Summary – The ketogenic diet may help stop seizures

This dietary treatment, the ketogenic diet, based on ancient medicine is making a comeback as a treatment for epilepsy.

The ketogenic diet controversy

  • The keto diet is one of today’s most controversial diets, so the idea of using the ketogenic diet to treat seizures sounds surprising.
  • Celebrities rave about it as a weight loss tool, while some health care professionals and organizations say that it is dangerous. 
  • Some medical clinics are opening up with serious, credible doctors using medical ketogenic diets to treat serious medical conditions such as diabetes.
  • The medical ketogenic diet has been an effective treatment for epilepsy for a century (1).  
  • Effective epilepsy treatment: 50% of patients were seizure-free, Another 35% were markedly improved with this intervention.
  • Compelling evidence exists illustrating that  the keto diet helps children with treatment-resistant epilepsy A Cochrane review (Martin et al, 2016)
  • Adults with treatment-resistant epilepsy don’t do as well. The evidence is much less compelling.
  •  Why? Any diet is difficult for people, and the medical ketogenic diet is even more difficult
  • Current keto education and support can make the diet easier to adhere to


 

Connections between epilepsy and psychiatric illnesses

  • Well-documented commonalities exist between epilepsy and mental illnesses including depression, anxiety, schizophrenia, and bipolar disorder.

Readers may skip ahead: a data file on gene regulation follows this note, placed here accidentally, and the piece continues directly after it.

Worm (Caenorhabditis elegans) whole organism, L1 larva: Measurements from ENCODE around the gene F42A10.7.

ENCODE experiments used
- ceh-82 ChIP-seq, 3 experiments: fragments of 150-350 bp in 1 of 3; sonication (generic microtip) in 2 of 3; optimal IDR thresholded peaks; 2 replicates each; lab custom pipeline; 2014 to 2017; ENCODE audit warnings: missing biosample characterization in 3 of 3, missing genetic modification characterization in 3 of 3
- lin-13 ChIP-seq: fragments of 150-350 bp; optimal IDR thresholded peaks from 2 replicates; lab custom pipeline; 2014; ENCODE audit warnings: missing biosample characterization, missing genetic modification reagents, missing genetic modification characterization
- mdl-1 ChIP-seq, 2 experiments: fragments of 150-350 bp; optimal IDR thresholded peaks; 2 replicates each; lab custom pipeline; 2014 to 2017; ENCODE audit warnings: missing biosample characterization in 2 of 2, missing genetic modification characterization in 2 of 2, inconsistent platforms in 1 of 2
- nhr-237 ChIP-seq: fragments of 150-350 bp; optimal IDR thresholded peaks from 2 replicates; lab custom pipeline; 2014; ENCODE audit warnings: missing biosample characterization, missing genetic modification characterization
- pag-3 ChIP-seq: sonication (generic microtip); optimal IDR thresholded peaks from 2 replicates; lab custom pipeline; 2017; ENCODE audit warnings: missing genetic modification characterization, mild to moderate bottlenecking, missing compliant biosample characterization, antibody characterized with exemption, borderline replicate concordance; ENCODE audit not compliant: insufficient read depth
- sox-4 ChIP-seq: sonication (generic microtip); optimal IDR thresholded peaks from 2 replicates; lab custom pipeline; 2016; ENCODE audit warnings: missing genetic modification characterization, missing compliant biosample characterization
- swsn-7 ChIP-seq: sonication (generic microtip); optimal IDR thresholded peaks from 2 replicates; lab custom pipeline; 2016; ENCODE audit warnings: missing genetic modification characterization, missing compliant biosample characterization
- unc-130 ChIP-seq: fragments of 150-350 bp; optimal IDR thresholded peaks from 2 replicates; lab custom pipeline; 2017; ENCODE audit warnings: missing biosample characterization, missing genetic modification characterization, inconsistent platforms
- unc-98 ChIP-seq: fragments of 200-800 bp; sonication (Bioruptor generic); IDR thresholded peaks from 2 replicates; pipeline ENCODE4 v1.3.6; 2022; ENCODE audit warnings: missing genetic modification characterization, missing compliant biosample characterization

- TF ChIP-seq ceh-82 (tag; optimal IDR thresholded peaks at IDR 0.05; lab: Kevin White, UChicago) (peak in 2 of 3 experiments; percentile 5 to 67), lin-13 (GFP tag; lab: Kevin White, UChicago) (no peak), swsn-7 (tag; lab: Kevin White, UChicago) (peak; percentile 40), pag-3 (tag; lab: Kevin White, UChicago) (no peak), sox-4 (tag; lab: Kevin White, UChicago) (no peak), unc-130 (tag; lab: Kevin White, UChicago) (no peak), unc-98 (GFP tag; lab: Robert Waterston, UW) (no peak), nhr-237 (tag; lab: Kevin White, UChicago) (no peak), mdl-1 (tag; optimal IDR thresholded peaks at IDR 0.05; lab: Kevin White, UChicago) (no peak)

• Psychiatric illnesses and epilepsy are often treated with the same anticonvulsant medications.
  • Psychiatry and neurology both treat brain disorders even though they are differently labeled as “neurological” or “mental” disorders.  
  • The ketogenic diet has profound effects on the brain

Ketogenic diet as a medical intervention

  • The ketogenic diet has a long history as a powerful medical intervention.
  • I strongly recommend you consult with a licensed healthcare professional if you are considering using the ketogenic diet as a treatment. Why? Because mental and medical disorders are serious – and sometimes dangerous – and you should have help, and medical supervision to implement any treatment in a safe and effective way.

Here’s the original article.

Christie Barnett, APN

Christie is an Advanced Practice Nurse with over 35 years experience working with people in mental health care. She currently has a private, outpatient psychotherapy practice in Millburn, NJ. You can follow her on Instagram at keto.nj

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